New production reinterprets Shakespeare as Pitt Rep likes it

Jeff Ihaza | April 6, 2011    

“As You Like It”

Pitt Repertory Theatre

Now… “As You Like It”

Pitt Repertory Theatre

Now through Sunday

Charity Randall Theatre

Now through Saturday 8 p.m.

Sunday 2 p.m.

Student tickets $12


A Bollywood-style dance number and highly stylized violence always make for a good Hollywood film. For Pitt Repertory Theatre, they make for good Shakespeare as well.

The Pitt Repertory Theatre will perform a contemporary twist on William Shakespeare’s “As You Like It” now through Sunday.

The show will be held in the Charity Randall Theatre adjacent to the Stephen Foster Memorial.

Sam Turich, the director of the show, said the contemporary twist might be off-putting to those who believe Shakespeare’s works should only be performed in their original Elizabethan forms.

“I’ve definitely encountered certain strict constructionists of Shakespeare. The thing about it is, Shakespeare was performing for an Elizabethan audience in Elizabethan times, so for them, his work was contemporary,” Turich said.

The production features many action sequences — so much that there is an actual “fight director.” Michael Mueller, who fills that position, said his job is to peruse the text of the play for potential fight scenes and to ensure safe but effective stage combat. In one such sequence, characters Orlando and Charles engage in a wrestling match.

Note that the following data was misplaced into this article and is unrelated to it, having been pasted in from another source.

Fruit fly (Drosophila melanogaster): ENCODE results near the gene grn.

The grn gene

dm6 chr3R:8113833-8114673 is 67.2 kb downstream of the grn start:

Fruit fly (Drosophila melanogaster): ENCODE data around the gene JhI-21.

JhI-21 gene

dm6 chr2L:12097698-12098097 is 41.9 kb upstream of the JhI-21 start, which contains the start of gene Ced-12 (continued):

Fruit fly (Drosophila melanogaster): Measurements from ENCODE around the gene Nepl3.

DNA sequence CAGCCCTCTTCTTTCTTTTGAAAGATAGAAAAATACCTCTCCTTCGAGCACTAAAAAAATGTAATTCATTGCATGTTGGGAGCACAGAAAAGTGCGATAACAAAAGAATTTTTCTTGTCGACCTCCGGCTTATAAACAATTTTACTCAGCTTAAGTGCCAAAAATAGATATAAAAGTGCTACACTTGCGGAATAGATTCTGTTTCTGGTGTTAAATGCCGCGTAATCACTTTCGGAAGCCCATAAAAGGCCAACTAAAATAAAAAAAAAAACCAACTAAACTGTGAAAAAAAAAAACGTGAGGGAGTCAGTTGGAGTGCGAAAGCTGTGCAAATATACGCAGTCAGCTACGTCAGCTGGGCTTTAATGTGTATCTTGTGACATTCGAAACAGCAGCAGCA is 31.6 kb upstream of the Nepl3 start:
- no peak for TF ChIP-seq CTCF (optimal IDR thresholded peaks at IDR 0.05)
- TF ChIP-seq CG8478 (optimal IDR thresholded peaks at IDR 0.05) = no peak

Mueller noted that he has to be simultaneously concerned with the safety of the actors and the believability of the fighting.

“Basically I have to make it as intense for the audience as possible, but at the same time make sure no one gets hurt,” Mueller said.

The actors, he said, repeatedly run through all of the fight scenes in slow motion to reduce injuries and memorize the choreography.

As with many of Shakespeare’s comedies, the resolution of the play comes in the form of another choreographed art — a dance. Pitt Rep’s version, in keeping with its modern bent, features a Bollywood-themed number. Turich, who listed that scene as one of his favorite aspects of the play, said the idea for the dance came from one of the assistant directors who worked as a choreographer as well.

“We were trying to figure out a way to interpret the end of the text and one of the assistant directors brought up the idea of a Bollywood dance. You can tell the students really enjoy it; a lot of them haven’t done this kind of dance before,” Turich said.

Pitt senior Julianne Avolio, an actress in the play, said the dance was one of the many ways Turich strived to explore something new.

“I really like scenes like the dance number at the end. It’s nice to try something different and take some risks with a new concept,” Avolio said.

Avolio, who has been performing theater since middle school, said she was familiar with many of Shakespeare’s works, but this was her first time performing in one of his plays.

Junior Moira Quigley, who also performs in the play, said she was also familiar with the works of Shakespeare and thought the contemporary twist made the play more fun for the actors as well as the audience. Turich had a similar outlook.

“Hopefully when people see this performance they get the idea that theater can indeed be fun and entertaining,” Turich said.

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